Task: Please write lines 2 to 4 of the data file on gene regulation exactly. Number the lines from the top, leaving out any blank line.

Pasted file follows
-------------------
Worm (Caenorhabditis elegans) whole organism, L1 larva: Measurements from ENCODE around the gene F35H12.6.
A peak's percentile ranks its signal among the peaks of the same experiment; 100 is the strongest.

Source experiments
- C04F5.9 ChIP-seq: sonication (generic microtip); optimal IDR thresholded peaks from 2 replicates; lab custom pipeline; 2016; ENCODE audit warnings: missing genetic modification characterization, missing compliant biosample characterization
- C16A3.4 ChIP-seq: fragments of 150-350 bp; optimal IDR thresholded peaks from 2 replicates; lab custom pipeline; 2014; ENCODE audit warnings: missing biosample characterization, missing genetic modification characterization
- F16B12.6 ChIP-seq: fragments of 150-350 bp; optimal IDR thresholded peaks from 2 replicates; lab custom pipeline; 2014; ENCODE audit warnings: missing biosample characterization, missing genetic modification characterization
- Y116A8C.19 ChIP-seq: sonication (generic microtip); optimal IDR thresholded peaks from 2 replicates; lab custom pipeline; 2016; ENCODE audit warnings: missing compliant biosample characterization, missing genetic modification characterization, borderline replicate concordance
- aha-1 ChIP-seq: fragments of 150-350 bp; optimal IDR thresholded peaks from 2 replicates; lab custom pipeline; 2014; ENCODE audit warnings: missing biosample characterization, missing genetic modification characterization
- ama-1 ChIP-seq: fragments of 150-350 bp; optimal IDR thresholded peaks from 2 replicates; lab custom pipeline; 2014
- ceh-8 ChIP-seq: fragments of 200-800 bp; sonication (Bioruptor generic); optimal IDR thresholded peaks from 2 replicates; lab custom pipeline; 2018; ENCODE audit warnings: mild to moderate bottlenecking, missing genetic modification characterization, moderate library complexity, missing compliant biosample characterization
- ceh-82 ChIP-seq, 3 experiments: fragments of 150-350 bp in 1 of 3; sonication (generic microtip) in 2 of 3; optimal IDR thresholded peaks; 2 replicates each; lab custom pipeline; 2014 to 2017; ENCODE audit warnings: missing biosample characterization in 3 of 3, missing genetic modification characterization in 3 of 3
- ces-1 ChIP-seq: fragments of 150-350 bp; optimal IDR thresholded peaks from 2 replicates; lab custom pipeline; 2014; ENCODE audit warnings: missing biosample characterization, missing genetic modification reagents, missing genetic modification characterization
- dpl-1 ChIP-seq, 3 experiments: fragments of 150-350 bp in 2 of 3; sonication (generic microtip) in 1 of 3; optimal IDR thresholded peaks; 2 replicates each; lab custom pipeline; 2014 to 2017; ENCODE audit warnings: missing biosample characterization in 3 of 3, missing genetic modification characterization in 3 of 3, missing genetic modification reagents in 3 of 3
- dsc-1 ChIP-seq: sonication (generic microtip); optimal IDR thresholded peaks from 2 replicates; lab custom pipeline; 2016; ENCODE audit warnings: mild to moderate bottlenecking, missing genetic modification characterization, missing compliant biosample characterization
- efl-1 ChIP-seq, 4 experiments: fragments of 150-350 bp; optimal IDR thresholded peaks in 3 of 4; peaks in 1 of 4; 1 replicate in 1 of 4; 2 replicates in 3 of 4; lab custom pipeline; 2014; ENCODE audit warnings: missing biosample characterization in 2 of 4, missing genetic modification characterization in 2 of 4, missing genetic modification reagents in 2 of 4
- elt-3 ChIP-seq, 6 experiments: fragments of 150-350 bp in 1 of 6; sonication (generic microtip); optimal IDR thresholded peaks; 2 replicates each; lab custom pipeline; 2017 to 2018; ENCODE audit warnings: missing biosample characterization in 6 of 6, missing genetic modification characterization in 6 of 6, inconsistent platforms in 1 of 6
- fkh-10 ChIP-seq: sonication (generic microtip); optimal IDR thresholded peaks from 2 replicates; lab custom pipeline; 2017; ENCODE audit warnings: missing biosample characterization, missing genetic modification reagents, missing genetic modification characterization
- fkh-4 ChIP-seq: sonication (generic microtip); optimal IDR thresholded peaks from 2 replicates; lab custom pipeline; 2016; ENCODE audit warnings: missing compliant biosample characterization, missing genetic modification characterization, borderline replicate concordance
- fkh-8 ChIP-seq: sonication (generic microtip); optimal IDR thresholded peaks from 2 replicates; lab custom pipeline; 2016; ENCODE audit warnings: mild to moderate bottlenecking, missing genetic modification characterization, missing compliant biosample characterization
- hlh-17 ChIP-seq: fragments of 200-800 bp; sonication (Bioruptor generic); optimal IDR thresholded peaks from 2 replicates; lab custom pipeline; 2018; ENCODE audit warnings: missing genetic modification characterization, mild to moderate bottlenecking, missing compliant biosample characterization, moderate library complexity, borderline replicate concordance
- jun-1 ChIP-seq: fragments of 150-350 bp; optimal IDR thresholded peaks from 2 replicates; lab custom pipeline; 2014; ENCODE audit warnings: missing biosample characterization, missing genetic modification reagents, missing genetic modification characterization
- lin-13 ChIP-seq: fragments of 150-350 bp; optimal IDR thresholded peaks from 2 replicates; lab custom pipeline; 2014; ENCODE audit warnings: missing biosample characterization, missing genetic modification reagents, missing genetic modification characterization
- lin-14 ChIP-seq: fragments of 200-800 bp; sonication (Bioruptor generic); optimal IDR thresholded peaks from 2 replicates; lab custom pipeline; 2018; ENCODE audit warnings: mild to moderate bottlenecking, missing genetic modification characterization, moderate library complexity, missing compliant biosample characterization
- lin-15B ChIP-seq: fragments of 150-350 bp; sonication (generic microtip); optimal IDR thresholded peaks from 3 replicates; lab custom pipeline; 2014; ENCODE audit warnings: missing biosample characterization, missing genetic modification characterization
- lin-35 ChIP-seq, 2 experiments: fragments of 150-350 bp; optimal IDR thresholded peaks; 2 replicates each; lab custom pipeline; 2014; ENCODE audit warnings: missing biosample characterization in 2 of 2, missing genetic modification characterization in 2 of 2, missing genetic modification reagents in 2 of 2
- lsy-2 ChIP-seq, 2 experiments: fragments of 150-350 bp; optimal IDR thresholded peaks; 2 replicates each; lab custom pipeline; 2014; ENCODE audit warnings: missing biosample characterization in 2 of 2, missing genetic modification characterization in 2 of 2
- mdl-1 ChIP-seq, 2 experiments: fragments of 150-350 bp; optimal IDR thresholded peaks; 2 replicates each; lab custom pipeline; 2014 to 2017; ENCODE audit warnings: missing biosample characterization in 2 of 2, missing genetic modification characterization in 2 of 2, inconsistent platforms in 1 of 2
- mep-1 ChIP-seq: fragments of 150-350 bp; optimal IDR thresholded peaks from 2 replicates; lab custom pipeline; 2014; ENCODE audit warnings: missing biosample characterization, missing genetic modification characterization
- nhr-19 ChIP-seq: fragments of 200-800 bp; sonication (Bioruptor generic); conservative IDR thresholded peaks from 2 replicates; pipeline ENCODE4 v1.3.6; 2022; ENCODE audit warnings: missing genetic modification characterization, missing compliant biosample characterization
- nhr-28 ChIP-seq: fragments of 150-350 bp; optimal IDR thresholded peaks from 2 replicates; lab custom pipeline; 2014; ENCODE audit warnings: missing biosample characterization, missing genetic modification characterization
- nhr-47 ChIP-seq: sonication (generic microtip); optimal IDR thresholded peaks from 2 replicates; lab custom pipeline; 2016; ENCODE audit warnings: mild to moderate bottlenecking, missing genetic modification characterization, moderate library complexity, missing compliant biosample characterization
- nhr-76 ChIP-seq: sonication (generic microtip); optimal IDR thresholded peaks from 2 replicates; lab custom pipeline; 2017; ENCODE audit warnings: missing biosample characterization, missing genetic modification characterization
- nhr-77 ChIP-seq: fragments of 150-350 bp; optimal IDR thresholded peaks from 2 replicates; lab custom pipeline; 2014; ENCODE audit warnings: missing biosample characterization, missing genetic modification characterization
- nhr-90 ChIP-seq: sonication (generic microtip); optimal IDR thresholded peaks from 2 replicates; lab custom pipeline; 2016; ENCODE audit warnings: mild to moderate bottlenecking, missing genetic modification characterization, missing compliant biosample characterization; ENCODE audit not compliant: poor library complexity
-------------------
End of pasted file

A peak's percentile ranks its signal among the peaks of the same experiment; 100 is the strongest.

Source experiments
- C04F5.9 ChIP-seq: sonication (generic microtip); optimal IDR thresholded peaks from 2 replicates; lab custom pipeline; 2016; ENCODE audit warnings: missing genetic modification characterization, missing compliant biosample characterization